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The Lactational Amenorrhea Method (LAM)

It is a well known fact that breastfeeding suppresses a woman's fertility in the early months after delivery. However, many women do not feel comfortable relying on breastfeeding as a form of birth control because they have been told it is unreliable, or perhaps because they know someone who became pregnant while breastfeeding.

The Lactational Amenorrhea Method (LAM) was created to allow women to safely rely on breastfeeding as a family planning method. Based on scientific research, the method uses three measures of a woman's fertility: 1) the return of her menstrual period, 2) her patterns of breastfeeding, and 3) the time postpartum.

Who can use LAM?
A woman can use LAM if:
1. Her menstrual period has not returned since delivery (Bleeding or spotting during the first 56 days is not considered menstrual bleeding.)
AND
2. She is breastfeeding her baby on demand, both day and night and not feeding other foods or liquids regularly (Occasional tastes of foods or other liquids are permitted, but they should never replace a feeding at the breast.)
AND
3. Her baby is less than six months old.

When all three of these conditions exist, she has less than a two percent chance of becoming pregnant. However, the woman is encouraged to begin using a complementary family planning method when any of the three conditions changes, or whenever she chooses.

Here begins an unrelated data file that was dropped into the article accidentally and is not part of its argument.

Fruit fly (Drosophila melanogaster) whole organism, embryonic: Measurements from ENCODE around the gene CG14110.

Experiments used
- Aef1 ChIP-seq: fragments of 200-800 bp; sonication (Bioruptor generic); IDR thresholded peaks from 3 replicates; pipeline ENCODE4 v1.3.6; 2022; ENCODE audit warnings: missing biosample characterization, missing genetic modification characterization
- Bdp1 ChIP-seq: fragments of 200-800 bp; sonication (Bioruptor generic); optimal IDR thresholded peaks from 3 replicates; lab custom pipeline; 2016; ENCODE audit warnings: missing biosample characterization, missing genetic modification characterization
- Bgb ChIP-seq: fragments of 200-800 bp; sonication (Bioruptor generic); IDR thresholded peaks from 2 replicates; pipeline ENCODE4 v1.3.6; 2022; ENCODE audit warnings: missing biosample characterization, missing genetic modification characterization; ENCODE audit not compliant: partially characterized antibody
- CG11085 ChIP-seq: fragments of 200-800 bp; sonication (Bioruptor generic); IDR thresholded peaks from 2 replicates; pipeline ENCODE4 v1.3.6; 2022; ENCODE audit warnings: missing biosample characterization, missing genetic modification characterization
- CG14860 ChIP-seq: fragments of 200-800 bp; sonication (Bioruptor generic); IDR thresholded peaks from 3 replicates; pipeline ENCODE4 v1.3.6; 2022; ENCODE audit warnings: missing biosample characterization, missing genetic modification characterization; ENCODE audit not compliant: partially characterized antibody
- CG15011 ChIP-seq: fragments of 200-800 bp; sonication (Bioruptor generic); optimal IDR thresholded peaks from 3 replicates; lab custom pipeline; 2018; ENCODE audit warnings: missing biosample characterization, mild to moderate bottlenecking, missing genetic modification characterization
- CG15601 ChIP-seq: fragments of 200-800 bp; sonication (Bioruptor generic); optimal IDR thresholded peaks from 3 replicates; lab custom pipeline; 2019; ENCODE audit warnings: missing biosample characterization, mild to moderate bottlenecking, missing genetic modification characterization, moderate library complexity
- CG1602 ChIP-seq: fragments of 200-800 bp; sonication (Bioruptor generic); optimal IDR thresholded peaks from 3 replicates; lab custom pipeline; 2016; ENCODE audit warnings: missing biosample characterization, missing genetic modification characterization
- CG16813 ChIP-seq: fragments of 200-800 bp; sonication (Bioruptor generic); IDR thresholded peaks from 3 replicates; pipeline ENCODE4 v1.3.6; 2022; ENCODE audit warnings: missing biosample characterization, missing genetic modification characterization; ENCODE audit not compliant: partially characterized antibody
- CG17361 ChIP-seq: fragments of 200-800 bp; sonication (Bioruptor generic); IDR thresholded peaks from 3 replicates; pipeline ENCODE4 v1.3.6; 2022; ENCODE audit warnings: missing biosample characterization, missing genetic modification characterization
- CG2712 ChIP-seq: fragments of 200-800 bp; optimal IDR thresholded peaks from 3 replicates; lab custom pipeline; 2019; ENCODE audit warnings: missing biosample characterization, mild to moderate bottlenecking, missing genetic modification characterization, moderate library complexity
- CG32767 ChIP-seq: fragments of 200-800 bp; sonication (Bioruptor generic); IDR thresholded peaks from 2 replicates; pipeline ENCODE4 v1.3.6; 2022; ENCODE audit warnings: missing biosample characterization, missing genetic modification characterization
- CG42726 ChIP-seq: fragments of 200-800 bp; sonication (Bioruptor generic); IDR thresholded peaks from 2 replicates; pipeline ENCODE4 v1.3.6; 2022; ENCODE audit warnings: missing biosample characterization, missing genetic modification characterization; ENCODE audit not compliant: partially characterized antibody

When is LAM no longer effective?
A woman who chooses to rely on LAM should be advised that the method is short-term (up to six months) and is no longer effective when any one of the three criteria changes.
The LAM user should be counselled to use another contraceptive method for continued protection when:
1. Her menstrual periods return.
Menstrual bleeding is the most important indicator of fertility. After the initial 56 days postpartum, two consecutive days of bleeding/spotting or the woman's perception that her period has returned, whichever of the two comes first, should be considered an indication that fertility is returning. A woman can ovulate before her period returns, however, studies indicate this rarely occurs when the woman is breastfeeding intensively and less than six months postpartum.
OR
2. She begins feeding her baby other liquids or foods regularly, or her baby sleeps through the night.
Ovulation is suppressed in the breastfeeding woman as the baby suckles at the breast. When the baby begins taking other foods or liquids she/he generally suckles at the breast less, thus reducing the fertility-suppressing effect of breastfeeding. This is also true when the baby begins sleeping through the night--long intervals between breastfeeds (more than four hours during the day and six hours at night) should be avoided.
OR
3. Her baby is older than six months.
At about six months, the baby should begin eating other foods, as their nutritional needs change at this time. Usually the baby will breastfeed less when this happens, thus, LAM becomes less effective.
Any one of these changes will reduce LAM's high efficacy. At this time, the LAM user should be counselled about complementary family planning methods that do not interfere with breastfeeding.


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Disclaimer: All material provided at Breastfeedingindia.org is provided for educational and informational purposes only. Consult with your doctor regarding the advisability of any opinions or recommendations with respect to your individual situation.